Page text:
Illinois Catholic Charities Leave Diocese, End Civil Unions Dispute
Earlier this month, Catholic Social Services of Southern Illinois took the radical step of separating itself entirely from the church. Going non-denominational means the social-service agency can allow gay and lesbian couples to adopt as well as provide foster-care services -- positions opposed by the Roman Catholic Church.
"What you're seeing at the state level in Illinois, what you're seeing at the national level in Washington, D.C., is a consistent promulgation of policies and laws that are making it very difficult for faith-based agencies that believe that marriage is between one man and one woman," Robert Gilligan, executive director of the Illinois Catholic Conference, told the Catholic News Agency on Nov. 11.
After a 46-year partnership with the Belleville diocese, the Catholic Social Services agency will change its name to the Christian Social Services of Illinois. Gary Huelsmann, the organization's executive director, said that the change is a "solution" and it will be "best for the children," the news site reported.
The Diocese of Belleville claimed that the Catholic Social Services agency was unable "to remain faithful to the moral teaching of the Catholic Church," by following Illinois' civil union law, which was set into motion this summer.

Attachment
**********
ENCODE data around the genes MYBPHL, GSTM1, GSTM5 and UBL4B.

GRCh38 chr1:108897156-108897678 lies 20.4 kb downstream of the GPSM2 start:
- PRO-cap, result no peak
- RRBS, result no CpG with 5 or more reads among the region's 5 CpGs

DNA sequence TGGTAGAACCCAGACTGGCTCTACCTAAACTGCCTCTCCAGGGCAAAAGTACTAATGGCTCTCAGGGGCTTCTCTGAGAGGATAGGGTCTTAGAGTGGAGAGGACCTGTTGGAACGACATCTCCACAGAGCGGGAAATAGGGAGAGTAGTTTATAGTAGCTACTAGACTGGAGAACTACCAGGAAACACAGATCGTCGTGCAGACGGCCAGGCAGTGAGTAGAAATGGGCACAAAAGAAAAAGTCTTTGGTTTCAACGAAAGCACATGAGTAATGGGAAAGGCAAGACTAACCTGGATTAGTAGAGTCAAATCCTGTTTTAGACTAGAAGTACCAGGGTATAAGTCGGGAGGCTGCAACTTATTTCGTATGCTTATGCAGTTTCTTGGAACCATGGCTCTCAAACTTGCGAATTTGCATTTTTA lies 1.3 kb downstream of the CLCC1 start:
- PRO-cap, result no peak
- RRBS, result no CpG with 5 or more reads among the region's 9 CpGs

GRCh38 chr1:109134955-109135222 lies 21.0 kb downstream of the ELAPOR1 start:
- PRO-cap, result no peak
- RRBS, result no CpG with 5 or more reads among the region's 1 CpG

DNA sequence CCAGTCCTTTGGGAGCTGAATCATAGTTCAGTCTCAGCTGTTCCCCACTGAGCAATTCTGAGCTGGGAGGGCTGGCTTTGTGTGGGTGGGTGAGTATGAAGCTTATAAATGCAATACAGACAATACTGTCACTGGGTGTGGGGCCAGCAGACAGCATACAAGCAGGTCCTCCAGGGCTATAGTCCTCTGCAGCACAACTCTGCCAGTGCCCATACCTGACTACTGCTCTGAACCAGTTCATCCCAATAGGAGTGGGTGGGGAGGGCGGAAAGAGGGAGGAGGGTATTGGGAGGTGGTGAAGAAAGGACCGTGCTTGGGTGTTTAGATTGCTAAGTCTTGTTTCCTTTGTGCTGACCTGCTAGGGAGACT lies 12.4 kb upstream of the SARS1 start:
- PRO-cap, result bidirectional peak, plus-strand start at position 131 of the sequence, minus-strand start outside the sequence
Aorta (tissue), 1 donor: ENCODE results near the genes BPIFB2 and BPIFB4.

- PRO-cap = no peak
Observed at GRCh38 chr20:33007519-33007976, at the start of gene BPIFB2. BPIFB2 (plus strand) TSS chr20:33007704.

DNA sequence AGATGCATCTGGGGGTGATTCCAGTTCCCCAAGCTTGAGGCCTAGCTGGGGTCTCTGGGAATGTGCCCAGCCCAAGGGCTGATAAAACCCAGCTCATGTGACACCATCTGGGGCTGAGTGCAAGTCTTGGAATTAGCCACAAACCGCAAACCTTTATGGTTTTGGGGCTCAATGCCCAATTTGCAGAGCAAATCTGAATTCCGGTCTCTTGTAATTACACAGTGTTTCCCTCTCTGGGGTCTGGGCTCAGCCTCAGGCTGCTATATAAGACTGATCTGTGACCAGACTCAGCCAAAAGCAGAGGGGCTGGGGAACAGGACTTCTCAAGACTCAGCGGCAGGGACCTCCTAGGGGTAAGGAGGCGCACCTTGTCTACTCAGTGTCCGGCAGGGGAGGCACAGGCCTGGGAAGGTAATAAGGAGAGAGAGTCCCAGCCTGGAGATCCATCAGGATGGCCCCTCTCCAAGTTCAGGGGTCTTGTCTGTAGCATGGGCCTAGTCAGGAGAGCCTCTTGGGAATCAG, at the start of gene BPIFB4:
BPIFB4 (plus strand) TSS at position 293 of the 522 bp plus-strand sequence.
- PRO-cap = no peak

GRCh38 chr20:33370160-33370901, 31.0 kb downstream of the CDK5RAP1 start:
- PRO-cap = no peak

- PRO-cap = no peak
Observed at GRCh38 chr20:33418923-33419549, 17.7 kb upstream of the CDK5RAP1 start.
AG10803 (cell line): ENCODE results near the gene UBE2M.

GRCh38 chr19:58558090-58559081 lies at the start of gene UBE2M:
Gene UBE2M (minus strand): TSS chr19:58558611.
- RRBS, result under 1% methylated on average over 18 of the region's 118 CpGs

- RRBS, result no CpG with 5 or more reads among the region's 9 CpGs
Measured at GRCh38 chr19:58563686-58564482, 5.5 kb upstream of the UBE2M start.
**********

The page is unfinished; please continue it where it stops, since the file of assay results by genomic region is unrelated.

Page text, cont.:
"The message in Illinois from the state government -- and increasingly from the national government -- is that you (religious groups) cannot interact with the state" and receive public funds from it to assist "the most poor and vulnerable among us," Gilligan said. "That's a tragedy because our country has a long history of interaction with faith-based organizations for social services."
The Catholic Social Services of Bellville, Springfield, Peoria and Joliet joined forces to file a lawsuit against the Illinois Attorney General's Office and the Department of Children and Family Services. The goal of the lawsuit is to stop the Illinois from canceling state contracts for foster care and adoption programs with the charities.
The state wants to end their contracts with the religious organizations because they refuse to obey an act that gives gay and lesbian (as well as straight) couples legal rights who are in a civil union.
The Associated Press reported today, however, that the Catholic Charities would stop its legal battle with the Illinois departments and end all contracts with the state. In a statement, the organization said they came to the decision "with great reluctance."
"Since we now need to close offices and terminate employees, further appeals would be moot," said the dioceses officials in a statement.
Several gay rights activists are pleased with the outcome of this case and are calling the victory a step forward in the right direction for equality.
"Finding a loving home for the thousands of children in the foster/adoption system should be the priority, not trying to exclude people based on religious dogma," Anthony Martinez of the Illinois gay rights group, The Civil Rights Agenda, said. "Dropping this suit is a step in the right direction for what is best for all the citizens of this great state."